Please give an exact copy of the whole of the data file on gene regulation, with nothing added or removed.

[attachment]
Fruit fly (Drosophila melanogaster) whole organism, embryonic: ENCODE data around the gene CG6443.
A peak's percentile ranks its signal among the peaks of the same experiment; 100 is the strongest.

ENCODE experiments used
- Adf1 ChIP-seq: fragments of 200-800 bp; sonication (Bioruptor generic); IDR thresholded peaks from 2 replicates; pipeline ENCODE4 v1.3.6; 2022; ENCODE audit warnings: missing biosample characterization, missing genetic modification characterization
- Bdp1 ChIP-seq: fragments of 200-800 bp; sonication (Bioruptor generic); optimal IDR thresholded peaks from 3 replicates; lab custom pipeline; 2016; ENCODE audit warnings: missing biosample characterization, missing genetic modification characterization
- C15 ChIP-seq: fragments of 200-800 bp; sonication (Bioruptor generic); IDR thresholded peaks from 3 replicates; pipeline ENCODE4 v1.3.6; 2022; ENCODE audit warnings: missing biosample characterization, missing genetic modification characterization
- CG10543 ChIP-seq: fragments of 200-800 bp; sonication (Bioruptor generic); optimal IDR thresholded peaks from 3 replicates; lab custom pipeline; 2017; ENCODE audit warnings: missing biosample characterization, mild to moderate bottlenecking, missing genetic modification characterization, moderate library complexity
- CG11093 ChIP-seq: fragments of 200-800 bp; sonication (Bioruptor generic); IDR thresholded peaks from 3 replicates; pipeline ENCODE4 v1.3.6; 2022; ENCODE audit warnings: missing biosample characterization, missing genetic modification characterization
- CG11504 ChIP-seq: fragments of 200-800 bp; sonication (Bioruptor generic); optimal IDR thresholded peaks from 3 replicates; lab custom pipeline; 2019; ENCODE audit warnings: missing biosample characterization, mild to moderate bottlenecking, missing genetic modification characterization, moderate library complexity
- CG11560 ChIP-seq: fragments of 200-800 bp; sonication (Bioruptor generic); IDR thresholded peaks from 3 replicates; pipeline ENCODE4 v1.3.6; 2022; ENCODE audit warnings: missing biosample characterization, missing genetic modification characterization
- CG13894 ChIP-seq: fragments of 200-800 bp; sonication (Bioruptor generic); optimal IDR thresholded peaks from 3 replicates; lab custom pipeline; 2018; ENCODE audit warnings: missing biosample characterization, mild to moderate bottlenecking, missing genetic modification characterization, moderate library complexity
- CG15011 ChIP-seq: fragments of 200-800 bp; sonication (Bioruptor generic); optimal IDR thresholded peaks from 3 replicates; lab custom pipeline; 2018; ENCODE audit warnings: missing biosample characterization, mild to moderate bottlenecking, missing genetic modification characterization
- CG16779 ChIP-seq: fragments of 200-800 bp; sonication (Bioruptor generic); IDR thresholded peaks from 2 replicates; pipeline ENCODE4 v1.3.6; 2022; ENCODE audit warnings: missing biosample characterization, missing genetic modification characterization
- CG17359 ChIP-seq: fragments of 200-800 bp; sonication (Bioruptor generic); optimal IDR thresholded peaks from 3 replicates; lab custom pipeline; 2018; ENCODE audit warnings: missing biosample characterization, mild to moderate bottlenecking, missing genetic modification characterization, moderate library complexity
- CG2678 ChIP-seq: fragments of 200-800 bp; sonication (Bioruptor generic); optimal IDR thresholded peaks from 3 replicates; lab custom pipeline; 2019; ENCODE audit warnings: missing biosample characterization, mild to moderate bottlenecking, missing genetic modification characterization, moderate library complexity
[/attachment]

Fruit fly (Drosophila melanogaster) whole organism, embryonic: ENCODE data around the gene CG6443.
A peak's percentile ranks its signal among the peaks of the same experiment; 100 is the strongest.

ENCODE experiments used
- Adf1 ChIP-seq: fragments of 200-800 bp; sonication (Bioruptor generic); IDR thresholded peaks from 2 replicates; pipeline ENCODE4 v1.3.6; 2022; ENCODE audit warnings: missing biosample characterization, missing genetic modification characterization
- Bdp1 ChIP-seq: fragments of 200-800 bp; sonication (Bioruptor generic); optimal IDR thresholded peaks from 3 replicates; lab custom pipeline; 2016; ENCODE audit warnings: missing biosample characterization, missing genetic modification characterization
- C15 ChIP-seq: fragments of 200-800 bp; sonication (Bioruptor generic); IDR thresholded peaks from 3 replicates; pipeline ENCODE4 v1.3.6; 2022; ENCODE audit warnings: missing biosample characterization, missing genetic modification characterization
- CG10543 ChIP-seq: fragments of 200-800 bp; sonication (Bioruptor generic); optimal IDR thresholded peaks from 3 replicates; lab custom pipeline; 2017; ENCODE audit warnings: missing biosample characterization, mild to moderate bottlenecking, missing genetic modification characterization, moderate library complexity
- CG11093 ChIP-seq: fragments of 200-800 bp; sonication (Bioruptor generic); IDR thresholded peaks from 3 replicates; pipeline ENCODE4 v1.3.6; 2022; ENCODE audit warnings: missing biosample characterization, missing genetic modification characterization
- CG11504 ChIP-seq: fragments of 200-800 bp; sonication (Bioruptor generic); optimal IDR thresholded peaks from 3 replicates; lab custom pipeline; 2019; ENCODE audit warnings: missing biosample characterization, mild to moderate bottlenecking, missing genetic modification characterization, moderate library complexity
- CG11560 ChIP-seq: fragments of 200-800 bp; sonication (Bioruptor generic); IDR thresholded peaks from 3 replicates; pipeline ENCODE4 v1.3.6; 2022; ENCODE audit warnings: missing biosample characterization, missing genetic modification characterization
- CG13894 ChIP-seq: fragments of 200-800 bp; sonication (Bioruptor generic); optimal IDR thresholded peaks from 3 replicates; lab custom pipeline; 2018; ENCODE audit warnings: missing biosample characterization, mild to moderate bottlenecking, missing genetic modification characterization, moderate library complexity
- CG15011 ChIP-seq: fragments of 200-800 bp; sonication (Bioruptor generic); optimal IDR thresholded peaks from 3 replicates; lab custom pipeline; 2018; ENCODE audit warnings: missing biosample characterization, mild to moderate bottlenecking, missing genetic modification characterization
- CG16779 ChIP-seq: fragments of 200-800 bp; sonication (Bioruptor generic); IDR thresholded peaks from 2 replicates; pipeline ENCODE4 v1.3.6; 2022; ENCODE audit warnings: missing biosample characterization, missing genetic modification characterization
- CG17359 ChIP-seq: fragments of 200-800 bp; sonication (Bioruptor generic); optimal IDR thresholded peaks from 3 replicates; lab custom pipeline; 2018; ENCODE audit warnings: missing biosample characterization, mild to moderate bottlenecking, missing genetic modification characterization, moderate library complexity
- CG2678 ChIP-seq: fragments of 200-800 bp; sonication (Bioruptor generic); optimal IDR thresholded peaks from 3 replicates; lab custom pipeline; 2019; ENCODE audit warnings: missing biosample characterization, mild to moderate bottlenecking, missing genetic modification characterization, moderate library complexity